While there is no universal definition of a specialty drug, specialty drugs can be defined by having one or more of the following characteristics:
- Complex to manufacture and store
- Difficult to administer, often coming in injectable or infusible formulations (although oral specialty drugs are becoming more prevalent)
- High in cost, both in total and per-patient cost
- Challenging for patients to take without ongoing clinical support
Specialty drugs are the fastest growing category for pharmacy spend. It is expected that specialty drug spend could reach $310 billion by the end of 2030. In 2019, half of FDA approved drugs were specialty drugs and 75% of drugs currently in development are considered specialty.
As this trend continues, hospitals and pharmacies are beginning to integrate with medical practices, infusion centers and other patient care entities to create an integrated and comprehensive delivery network to provide access and enhanced patient care. Hospital pharmacies play a critical role in this delivery network and should be prepared to properly store and safeguard these high-cost drugs. Because of this, many pharmacies are now seeking accreditations from 4 agencies including, URAC, Accreditation Commission for Health Care (ACHC), The Center for Pharmacy Practice Accreditation (CPPA), and the Joint Commission. Accreditations can help pharmacies retain insurance contracts and maintain competitiveness.
To maintain accreditation and prevent negative financial impact, most agencies have strict guidelines and standards for pharmacies to follow, including the storage and handling of specialty drugs. URAC, which is considered the gold standard for accreditation, outlines the following components to promote effective handling, storage, and transportation of specialty drugs:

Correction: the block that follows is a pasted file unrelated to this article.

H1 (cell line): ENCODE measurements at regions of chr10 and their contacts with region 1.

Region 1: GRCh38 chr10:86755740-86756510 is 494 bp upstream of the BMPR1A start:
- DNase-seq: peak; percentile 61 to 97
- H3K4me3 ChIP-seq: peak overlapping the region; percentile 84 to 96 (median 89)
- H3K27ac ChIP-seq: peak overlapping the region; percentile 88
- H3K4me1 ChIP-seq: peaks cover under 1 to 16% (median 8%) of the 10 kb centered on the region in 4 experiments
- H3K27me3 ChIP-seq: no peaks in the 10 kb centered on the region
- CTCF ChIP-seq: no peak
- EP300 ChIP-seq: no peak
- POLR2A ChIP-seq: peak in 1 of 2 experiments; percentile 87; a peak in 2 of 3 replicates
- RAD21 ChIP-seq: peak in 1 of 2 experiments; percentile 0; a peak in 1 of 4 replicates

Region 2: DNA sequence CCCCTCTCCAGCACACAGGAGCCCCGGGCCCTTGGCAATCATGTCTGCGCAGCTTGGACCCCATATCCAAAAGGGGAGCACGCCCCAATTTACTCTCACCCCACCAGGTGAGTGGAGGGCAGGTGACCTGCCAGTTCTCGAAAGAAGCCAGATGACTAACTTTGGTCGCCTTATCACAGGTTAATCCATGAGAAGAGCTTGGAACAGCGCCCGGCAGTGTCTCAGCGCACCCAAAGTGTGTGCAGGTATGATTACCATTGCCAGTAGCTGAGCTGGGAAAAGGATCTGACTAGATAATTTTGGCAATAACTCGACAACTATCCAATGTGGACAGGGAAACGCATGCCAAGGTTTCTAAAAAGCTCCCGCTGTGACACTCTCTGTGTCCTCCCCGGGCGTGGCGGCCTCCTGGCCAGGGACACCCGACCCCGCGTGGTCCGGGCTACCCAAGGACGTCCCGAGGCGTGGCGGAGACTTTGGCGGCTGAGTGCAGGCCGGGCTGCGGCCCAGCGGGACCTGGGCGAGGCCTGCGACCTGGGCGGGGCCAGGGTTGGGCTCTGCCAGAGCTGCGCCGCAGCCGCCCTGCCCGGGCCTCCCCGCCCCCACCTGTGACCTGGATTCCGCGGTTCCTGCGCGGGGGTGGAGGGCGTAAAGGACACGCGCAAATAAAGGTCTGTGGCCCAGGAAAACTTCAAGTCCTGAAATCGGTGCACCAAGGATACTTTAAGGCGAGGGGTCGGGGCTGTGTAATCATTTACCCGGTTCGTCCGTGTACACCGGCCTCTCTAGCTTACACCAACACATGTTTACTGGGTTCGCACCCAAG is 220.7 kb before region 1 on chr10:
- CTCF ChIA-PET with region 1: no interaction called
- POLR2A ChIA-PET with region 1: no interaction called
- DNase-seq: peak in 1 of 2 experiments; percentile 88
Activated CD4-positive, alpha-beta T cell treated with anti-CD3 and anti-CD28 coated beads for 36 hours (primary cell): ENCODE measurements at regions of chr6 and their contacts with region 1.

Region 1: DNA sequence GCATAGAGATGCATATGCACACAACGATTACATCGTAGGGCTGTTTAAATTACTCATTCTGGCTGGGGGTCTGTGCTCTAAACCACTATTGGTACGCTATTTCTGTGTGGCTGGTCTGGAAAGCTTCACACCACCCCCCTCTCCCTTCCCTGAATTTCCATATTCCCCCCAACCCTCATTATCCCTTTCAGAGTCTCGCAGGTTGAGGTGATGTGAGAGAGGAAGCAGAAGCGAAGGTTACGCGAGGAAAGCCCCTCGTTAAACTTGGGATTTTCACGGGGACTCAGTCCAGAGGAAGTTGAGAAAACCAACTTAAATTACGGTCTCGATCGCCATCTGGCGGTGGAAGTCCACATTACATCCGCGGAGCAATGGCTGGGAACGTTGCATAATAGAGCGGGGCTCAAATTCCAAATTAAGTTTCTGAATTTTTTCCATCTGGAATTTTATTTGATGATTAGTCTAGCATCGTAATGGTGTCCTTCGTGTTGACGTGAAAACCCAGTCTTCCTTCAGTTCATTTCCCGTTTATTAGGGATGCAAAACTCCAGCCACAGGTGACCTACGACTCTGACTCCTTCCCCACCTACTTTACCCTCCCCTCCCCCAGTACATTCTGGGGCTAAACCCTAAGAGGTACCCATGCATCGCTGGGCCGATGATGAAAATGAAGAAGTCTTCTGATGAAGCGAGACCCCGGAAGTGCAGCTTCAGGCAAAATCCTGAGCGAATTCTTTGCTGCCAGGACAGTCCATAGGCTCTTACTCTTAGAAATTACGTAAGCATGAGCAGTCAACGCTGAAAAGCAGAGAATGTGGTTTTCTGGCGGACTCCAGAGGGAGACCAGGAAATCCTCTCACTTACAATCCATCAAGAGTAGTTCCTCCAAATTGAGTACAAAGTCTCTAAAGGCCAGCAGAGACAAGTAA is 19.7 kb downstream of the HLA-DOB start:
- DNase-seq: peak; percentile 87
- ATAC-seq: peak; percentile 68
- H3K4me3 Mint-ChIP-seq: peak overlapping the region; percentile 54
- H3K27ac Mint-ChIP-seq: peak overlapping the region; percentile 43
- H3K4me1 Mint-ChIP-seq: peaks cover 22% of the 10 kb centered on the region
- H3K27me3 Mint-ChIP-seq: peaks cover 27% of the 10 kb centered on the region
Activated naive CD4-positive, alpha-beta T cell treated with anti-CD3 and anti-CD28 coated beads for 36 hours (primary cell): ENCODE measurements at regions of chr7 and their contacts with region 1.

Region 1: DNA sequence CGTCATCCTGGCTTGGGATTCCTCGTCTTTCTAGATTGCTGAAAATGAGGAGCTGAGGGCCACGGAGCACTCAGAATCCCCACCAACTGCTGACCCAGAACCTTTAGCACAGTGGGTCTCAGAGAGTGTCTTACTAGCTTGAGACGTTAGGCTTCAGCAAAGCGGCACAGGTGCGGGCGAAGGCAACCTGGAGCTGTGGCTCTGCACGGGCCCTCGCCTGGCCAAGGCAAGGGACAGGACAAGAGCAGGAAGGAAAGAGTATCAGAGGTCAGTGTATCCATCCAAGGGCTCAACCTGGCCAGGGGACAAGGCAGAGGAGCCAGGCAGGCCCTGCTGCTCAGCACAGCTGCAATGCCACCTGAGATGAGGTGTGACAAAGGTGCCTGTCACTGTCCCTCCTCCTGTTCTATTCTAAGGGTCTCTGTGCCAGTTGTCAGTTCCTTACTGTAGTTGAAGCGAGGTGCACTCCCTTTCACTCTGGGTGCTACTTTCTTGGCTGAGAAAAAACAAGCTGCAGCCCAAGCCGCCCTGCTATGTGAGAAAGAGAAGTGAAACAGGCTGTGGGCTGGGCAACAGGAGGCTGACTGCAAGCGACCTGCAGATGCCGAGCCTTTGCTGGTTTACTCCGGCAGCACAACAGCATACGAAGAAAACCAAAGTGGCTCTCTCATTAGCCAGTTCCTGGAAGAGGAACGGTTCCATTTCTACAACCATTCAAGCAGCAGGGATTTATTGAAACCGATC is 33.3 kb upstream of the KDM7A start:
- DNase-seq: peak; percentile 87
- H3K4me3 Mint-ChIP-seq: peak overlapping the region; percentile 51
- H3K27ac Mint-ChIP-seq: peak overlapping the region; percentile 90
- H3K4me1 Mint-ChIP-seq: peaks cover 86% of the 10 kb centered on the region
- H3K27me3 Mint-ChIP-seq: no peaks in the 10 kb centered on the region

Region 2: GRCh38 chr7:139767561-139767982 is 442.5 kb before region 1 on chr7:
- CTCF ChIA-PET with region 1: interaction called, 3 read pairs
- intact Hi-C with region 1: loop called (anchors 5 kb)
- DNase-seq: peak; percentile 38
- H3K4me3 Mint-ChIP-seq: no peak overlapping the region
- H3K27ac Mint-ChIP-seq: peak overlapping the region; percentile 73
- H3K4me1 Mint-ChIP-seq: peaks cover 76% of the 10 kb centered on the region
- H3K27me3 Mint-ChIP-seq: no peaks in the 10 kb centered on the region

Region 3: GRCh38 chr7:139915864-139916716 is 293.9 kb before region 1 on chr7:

- Ensure accuracy
- Maintain product integrity
- Implement a process to track shipments
- Follow manufacturer-recommended transportation requirements
- Create testing procedures for packaging products
- Use the correct packaging products
- Follow established packing instructions and manufacturers’ storage requirements
- Develop a plan to handle products in case of a breakdown in the distribution process
In addition to guidelines outlined by accrediting agencies, pharmacies should follow USP General Chapter <1079> guidance concerning storage, distribution, and shipping of Pharmacopeial preparations. This chapter describes essential procedures to maintain proper storage environments for temperature sensitive drugs to ensure a preparation’s integrity from prep to administration. There is a vast set of testing data recommended to ensure temperature-controlled storage environments maintain appropriate conditions for temperature sensitive drugs. Understanding and measuring temperature uniformity, stability, and recovery ensures drugs are stored according to manufacturer instructions.
The use of medical-grade refrigerators, stability testing, uniformity testing, recovery testing, temperature monitoring, personnel training, and regular calibration will ensure drugs are stored within the recommended temperature ranges. Protecting high-cost specialty drugs with the use of medical-grade refrigeration can help to prevent excess waste, patient harm, and negative financial impact.
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To learn more about our GX Solutions line of medical-grade storage, download our GX Solutions eBook.